Moving Objects

Discussion in 'Beyond the Basics' started by dan.rpo, Dec 11, 2008.

  1. dan.rpo

    dan.rpo TPF Noob!

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    Plan on taking pictures of moving objects tomorrow, however, it will be at night and I do not want to use flash....what should i have my settings set to to get the moving objects stationary in my shots? (without blur and yes i have a tripod)
     
  2. Josh66

    Josh66 Been spending a lot of time on here!

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    At night with no flash? It just wouldn't be possible with my gear...

    How much ambient light will there be?

    You're going to need a shutter speed around 1/60th or faster (might be able to get away with less, depending on what the object is, and how fast it's moving), all of your other settings will have to be whatever will allow you to get that fast of a shutter speed.

    Hope your camera has high ISO (mine only goes to 1600, I don't think that would be enough for this) & good performance. Get some good noise reduction software too.
     
  3. Flash Harry

    Flash Harry TPF Noob!

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    Look, Flash is a photographers tool, it makes the difference between getting a usable shot or ending up with a blurred mess, never mind what's said on here I'd rather have a well lit portrait or other shot with flash than a raccoon eyed or totally blurred image, most of those that are against flash just don't know how to use it. H
     
  4. tirediron

    tirediron Watch the Birdy! Staff Member Supporting Member

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    1/250 @ f8. Of course the exposure will be totally black so you won't see anything, sharp or soft. To paraphrase 0|||||0, you can't get there from here.
     
  5. Flash Harry

    Flash Harry TPF Noob!

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    Add 1 flashgun, shoot completed. H
     
  6. kundalini

    kundalini Been spending a lot of time on here!

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    or have a beverage and just watch the moving objects go pass......

    moving subject + nighttime shooting - flash = no image without blur
     
  7. DWS

    DWS TPF Noob!

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    unless you have the mother of all cameras, use flash
     
  8. jcolman

    jcolman TPF Noob!

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    It sounds to me like you're not very familiar with your gear so much of what I'm about to post will probably go over your head. However, just in case you do understand a bit of photography lingo, I'll give you some tips.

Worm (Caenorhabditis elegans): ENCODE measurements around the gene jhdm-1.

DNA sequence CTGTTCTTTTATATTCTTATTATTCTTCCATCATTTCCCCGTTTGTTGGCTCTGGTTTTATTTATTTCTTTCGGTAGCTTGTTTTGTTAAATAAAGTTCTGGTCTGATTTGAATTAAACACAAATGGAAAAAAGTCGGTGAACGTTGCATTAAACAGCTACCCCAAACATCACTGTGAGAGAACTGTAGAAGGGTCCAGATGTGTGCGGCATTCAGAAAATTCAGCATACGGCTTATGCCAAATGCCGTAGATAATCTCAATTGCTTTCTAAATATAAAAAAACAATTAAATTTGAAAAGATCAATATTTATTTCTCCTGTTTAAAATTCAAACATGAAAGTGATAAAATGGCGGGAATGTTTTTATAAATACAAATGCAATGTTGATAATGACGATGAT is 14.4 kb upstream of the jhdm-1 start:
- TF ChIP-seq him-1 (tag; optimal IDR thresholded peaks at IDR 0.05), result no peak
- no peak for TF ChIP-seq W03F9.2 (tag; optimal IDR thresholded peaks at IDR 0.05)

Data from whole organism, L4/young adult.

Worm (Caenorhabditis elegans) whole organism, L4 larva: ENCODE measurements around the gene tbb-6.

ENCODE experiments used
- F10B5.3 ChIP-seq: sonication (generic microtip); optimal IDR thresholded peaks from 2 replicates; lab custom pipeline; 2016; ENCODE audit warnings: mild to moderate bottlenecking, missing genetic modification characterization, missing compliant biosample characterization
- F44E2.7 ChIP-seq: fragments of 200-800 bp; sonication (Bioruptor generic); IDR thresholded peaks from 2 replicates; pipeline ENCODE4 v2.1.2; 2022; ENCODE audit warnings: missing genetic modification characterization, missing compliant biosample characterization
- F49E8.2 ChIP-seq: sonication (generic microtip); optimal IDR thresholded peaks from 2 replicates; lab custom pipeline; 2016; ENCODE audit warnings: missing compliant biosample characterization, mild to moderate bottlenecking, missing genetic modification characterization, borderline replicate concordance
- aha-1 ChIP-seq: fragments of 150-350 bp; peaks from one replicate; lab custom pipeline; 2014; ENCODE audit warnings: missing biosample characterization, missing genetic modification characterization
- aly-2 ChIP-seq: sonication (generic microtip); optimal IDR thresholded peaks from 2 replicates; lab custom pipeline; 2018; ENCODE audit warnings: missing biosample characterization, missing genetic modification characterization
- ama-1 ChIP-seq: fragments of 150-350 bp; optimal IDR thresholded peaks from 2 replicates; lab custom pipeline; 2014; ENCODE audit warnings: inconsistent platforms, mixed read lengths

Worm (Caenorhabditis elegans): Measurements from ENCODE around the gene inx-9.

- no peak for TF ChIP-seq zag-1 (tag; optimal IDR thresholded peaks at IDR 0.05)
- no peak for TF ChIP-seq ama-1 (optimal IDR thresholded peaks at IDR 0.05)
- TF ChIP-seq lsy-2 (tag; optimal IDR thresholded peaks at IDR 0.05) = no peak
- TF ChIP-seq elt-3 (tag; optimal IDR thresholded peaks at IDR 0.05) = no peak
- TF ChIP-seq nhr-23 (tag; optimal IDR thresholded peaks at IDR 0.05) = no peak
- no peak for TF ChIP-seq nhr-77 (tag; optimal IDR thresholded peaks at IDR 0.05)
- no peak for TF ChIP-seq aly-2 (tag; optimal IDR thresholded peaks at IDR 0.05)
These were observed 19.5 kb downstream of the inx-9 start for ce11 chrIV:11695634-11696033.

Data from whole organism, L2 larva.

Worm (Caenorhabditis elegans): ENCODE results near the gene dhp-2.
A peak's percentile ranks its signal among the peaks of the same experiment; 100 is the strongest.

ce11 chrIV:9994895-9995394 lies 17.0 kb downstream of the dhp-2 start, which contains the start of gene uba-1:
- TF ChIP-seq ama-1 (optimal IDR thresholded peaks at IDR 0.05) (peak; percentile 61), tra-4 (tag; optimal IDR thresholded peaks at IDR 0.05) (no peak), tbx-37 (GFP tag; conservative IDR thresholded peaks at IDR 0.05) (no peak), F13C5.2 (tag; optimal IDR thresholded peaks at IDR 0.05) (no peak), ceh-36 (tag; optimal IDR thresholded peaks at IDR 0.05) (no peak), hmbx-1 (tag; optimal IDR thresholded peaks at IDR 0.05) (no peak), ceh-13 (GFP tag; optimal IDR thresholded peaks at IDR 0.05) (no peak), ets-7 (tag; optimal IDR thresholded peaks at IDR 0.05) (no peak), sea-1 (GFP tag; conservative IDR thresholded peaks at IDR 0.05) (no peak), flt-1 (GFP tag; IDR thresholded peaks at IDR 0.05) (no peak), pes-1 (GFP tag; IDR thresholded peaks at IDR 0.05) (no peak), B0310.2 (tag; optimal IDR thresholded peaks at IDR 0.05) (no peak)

First of all, what are the "moving objects" and what is their direction of movement? If, for example, you're talking about people walking towards you and you're working in a pretty bright ambient light situation, it is possible to get a pretty sharp image. Use a fast lens, say a f/1.4 or 1.8, no longer than 80mm. Set your camera to ISO 1600 or faster and shutter speed to 1/60 sec. If the people are moving across the frame, pan your camera with them while shooting. This will blur the background but the people will be sharp.

    If you're talking about trying to freeze faster subjects like cars, use the trick above and keep your fingers crossed. You may get lucky and get one or two shots but most likely you'll be disappointed.
     
  9. eyeye

    eyeye TPF Noob!

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    what are you going to be photographing?
     
  10. dan.rpo

    dan.rpo TPF Noob!

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    im not against flash, i just dont have another flash besides the one on the camera......i will be NYC taking night time pictures with use of a tripod and factory flash only. I want to take pictures of the city streets, buildings, rockefeller xmas tree...anything worthy of a shot, meaning everything in NYC. i just want to know the basic settings for capturing a shot, of lets say, Times Square, at night time. yes, times square has more lighting than other places, so as for a second example, looking down a city street. ?? and yes, im a beginner.

    edit, i only have the kit lens and the average filters one would buy for their lens.
     
  11. Josh66

    Josh66 Been spending a lot of time on here!

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    Same boat here.

    If you absolutely have to 'stop motion', use the pop-up flash. That's the only way you're going to do it. Tripod & long exposure is the way to go for everything else.
     
  12. jcolman

    jcolman TPF Noob!

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    Set your camera to ISO 1600. Set your aperture to it's widest settings which will probably be f/3.5. Set your shutter speed to 1/2 sec and go from there. A flash won't do any good for lighting up buildings, streets, etc. You probably don't know how to use your histogram so just look at the pics as you take them. If they look too dark, use a slower shutter speed until you're happy with the results. You won't be able to "freeze" any action but you don't have the gear to do that so don't worry about it. Your pop up flash will give you poor results so don't even bother with it. The light from it will be flat and harsh.

    Good luck.
     

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